Claire Mack, chief executive of Scottish Renewables, said: “Given the uncertainty in the estimates it wouldn’t be unexpected to see job numbers in the ONS data fluctuate year to year, however, what is clear is that Scotland’s renewable energy industry already provides significant employment opportunities and drives economic growth across Scotland.

“While the ONS figures suggest there is a slight reduction in the number of renewable energy and low carbon jobs in Scotland between 2021 and 2022, the report also highlights that there is considerable uncertainty in its estimates.

"Given that turnover has increased by almost 50% over the same period, this is a minimal reduction in jobs which falls within the survey’s margin of error rather than being an accurate reflection of real-world economic activity.

“While our members continue to focus on delivering the projects we will need to meet our climate ambitions, as an industry we want to clearly demonstrate how we are benefiting not only Scotland’s but the UK’s economies as we transition to a net-zero future.

“To do this we urgently need much more robust data collection to understand how the renewable energy industry is performing and evolving across the UK.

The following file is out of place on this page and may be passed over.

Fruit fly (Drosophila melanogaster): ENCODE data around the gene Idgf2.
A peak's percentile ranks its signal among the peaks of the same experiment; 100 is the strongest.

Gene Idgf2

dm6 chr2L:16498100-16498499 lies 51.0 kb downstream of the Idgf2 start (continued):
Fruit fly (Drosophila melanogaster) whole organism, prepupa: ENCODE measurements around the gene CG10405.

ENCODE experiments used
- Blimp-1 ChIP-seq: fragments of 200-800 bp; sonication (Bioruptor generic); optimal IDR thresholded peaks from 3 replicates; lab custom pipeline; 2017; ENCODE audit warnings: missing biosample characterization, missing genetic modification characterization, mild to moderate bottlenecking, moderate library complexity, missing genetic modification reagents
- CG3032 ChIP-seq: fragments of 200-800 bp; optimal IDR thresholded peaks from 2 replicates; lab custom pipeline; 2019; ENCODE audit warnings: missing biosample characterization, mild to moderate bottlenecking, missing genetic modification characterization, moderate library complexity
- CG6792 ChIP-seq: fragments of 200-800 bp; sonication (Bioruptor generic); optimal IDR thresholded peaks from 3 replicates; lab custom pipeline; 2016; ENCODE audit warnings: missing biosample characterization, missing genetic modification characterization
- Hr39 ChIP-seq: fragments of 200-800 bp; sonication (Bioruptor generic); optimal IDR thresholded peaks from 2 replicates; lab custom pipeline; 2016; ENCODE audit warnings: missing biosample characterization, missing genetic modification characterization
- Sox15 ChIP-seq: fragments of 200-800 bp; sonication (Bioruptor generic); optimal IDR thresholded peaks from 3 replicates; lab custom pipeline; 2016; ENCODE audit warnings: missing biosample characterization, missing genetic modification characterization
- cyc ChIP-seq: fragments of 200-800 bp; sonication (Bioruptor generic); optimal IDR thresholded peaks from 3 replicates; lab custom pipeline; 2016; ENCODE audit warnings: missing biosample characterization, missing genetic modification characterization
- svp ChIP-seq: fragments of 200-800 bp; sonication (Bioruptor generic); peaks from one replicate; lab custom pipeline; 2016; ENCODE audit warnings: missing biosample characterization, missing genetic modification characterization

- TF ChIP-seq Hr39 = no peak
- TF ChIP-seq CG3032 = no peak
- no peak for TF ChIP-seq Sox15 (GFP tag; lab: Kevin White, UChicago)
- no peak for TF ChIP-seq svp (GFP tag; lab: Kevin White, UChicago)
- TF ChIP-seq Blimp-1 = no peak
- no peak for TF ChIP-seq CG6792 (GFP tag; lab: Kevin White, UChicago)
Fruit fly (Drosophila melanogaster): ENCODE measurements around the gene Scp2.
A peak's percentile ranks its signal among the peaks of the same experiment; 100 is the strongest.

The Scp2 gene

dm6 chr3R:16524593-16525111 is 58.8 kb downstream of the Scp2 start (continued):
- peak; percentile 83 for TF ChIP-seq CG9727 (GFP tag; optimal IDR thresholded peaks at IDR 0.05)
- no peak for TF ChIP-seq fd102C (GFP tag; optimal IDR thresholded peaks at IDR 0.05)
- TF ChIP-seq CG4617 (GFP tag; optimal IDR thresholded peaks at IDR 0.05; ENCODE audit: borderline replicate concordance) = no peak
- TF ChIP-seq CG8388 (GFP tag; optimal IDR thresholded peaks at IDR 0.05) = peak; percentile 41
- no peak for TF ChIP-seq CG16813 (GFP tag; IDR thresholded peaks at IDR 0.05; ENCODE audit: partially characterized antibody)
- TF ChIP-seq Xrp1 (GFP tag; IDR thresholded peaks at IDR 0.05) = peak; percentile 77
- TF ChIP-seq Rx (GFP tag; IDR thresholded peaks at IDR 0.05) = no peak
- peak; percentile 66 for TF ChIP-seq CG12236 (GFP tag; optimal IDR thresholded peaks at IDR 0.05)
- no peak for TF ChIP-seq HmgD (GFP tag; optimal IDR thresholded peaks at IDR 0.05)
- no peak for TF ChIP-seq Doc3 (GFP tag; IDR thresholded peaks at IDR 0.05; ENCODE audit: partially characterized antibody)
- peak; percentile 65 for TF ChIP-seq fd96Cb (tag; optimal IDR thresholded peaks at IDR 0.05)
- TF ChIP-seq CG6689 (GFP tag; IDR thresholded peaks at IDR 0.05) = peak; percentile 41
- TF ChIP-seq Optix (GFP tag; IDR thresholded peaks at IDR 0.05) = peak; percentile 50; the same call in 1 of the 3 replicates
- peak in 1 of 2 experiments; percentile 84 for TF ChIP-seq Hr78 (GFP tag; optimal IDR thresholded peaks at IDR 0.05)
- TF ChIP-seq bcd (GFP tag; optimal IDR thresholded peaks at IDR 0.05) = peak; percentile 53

“The UK and Scottish Governments urgently need to enable better data to be collected on the renewable energy sector that will support transparency and accountability as our industry moves towards reaching its economic and environmental targets as part of the energy transition.”

A Scottish Government spokesman said:“It is widely accepted that offshore wind represents a significant opportunity to create thousands of good Scottish green jobs – independent sources have consistently ranked Scotland as the best performing UK region for green job creation. The LCRE survey is based on a limited sample and the results are subject to a high degree of uncertainty and year-on-year unpredictability.

“We want to ensure a just transition that takes our existing skilled workforce and supply chain with us, which is why we are investing up to £500 million to anchor our offshore wind supply-chain in Scotland, acting as a catalyst for further private sector investment to ensure the Scottish workforce, businesses and communities all benefit from the offshore renewables revolution.”